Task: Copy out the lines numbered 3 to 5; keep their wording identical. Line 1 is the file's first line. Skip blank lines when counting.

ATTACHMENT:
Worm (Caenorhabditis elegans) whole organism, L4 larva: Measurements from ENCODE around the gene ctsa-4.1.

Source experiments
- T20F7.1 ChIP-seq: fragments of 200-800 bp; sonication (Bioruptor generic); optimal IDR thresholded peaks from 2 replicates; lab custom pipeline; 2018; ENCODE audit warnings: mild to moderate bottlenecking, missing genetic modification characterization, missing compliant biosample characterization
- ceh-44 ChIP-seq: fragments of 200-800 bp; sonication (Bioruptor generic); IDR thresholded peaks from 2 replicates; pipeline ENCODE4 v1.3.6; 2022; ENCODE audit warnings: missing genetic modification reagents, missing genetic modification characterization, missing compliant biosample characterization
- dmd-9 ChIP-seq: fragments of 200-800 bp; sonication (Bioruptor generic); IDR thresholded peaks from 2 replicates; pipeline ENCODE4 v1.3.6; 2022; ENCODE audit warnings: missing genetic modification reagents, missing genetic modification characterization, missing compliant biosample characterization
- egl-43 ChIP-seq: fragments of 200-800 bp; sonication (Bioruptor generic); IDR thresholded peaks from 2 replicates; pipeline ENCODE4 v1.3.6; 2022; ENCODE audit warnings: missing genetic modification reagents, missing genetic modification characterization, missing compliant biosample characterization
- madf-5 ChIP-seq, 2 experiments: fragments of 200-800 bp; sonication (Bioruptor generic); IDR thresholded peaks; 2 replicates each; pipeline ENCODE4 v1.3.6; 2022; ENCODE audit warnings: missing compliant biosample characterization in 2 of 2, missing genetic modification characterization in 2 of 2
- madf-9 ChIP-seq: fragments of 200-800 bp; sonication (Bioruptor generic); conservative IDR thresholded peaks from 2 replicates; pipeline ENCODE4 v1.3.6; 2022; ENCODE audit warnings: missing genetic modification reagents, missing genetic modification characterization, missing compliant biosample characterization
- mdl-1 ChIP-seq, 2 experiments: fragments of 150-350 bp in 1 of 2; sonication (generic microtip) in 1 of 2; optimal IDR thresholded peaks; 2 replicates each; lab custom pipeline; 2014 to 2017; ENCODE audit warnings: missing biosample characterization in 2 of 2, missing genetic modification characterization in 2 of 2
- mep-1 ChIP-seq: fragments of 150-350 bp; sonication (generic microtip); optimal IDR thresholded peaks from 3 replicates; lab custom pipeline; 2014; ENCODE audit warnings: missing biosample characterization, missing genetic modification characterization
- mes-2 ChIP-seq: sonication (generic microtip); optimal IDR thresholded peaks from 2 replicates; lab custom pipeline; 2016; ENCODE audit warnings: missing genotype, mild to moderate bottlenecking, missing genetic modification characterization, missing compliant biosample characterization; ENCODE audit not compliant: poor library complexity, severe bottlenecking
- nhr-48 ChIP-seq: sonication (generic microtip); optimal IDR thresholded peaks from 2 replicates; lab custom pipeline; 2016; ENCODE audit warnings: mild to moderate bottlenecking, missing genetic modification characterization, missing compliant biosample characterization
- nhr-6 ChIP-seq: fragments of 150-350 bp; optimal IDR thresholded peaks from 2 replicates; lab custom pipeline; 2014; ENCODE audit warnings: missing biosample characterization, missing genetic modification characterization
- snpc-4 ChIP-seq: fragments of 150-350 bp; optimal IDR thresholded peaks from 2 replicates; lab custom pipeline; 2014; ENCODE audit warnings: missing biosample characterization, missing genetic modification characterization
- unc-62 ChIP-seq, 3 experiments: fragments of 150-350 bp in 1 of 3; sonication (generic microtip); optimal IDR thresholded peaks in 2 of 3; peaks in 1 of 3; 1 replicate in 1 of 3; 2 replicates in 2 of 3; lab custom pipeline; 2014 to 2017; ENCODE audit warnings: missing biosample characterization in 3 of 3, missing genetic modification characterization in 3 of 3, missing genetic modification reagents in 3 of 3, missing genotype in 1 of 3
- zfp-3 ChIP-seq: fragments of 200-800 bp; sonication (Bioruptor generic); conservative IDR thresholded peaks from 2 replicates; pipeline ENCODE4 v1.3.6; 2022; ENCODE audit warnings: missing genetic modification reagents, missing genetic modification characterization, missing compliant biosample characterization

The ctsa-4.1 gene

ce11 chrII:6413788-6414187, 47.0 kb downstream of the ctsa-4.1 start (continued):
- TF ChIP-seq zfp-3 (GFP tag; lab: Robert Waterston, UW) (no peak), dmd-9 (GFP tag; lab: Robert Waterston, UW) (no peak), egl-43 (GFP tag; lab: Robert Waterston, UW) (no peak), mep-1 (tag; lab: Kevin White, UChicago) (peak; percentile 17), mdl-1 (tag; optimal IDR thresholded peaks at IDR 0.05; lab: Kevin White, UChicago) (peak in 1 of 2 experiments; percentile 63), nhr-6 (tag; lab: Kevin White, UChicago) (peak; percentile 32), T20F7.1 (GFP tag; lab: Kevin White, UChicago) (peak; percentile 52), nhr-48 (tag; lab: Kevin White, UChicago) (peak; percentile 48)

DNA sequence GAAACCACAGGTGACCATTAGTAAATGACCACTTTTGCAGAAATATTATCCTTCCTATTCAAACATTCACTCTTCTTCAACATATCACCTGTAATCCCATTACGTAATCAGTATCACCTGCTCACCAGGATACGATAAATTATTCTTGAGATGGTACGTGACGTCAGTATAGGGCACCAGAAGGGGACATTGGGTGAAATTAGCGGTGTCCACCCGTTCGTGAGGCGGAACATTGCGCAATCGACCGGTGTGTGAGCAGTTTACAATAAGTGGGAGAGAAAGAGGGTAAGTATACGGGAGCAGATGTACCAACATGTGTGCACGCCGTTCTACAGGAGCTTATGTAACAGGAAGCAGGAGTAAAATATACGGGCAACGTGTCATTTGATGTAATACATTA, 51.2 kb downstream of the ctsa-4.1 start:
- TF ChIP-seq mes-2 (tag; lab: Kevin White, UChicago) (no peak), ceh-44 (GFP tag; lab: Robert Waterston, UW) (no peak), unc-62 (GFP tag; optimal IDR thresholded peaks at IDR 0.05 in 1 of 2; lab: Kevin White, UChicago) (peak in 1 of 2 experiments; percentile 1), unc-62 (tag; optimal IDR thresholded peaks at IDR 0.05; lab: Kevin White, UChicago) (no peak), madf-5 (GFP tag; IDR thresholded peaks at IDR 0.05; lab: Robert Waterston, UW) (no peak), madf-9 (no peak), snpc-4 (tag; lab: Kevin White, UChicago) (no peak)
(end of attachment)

- T20F7.1 ChIP-seq: fragments of 200-800 bp; sonication (Bioruptor generic); optimal IDR thresholded peaks from 2 replicates; lab custom pipeline; 2018; ENCODE audit warnings: mild to moderate bottlenecking, missing genetic modification characterization, missing compliant biosample characterization
- ceh-44 ChIP-seq: fragments of 200-800 bp; sonication (Bioruptor generic); IDR thresholded peaks from 2 replicates; pipeline ENCODE4 v1.3.6; 2022; ENCODE audit warnings: missing genetic modification reagents, missing genetic modification characterization, missing compliant biosample characterization
- dmd-9 ChIP-seq: fragments of 200-800 bp; sonication (Bioruptor generic); IDR thresholded peaks from 2 replicates; pipeline ENCODE4 v1.3.6; 2022; ENCODE audit warnings: missing genetic modification reagents, missing genetic modification characterization, missing compliant biosample characterization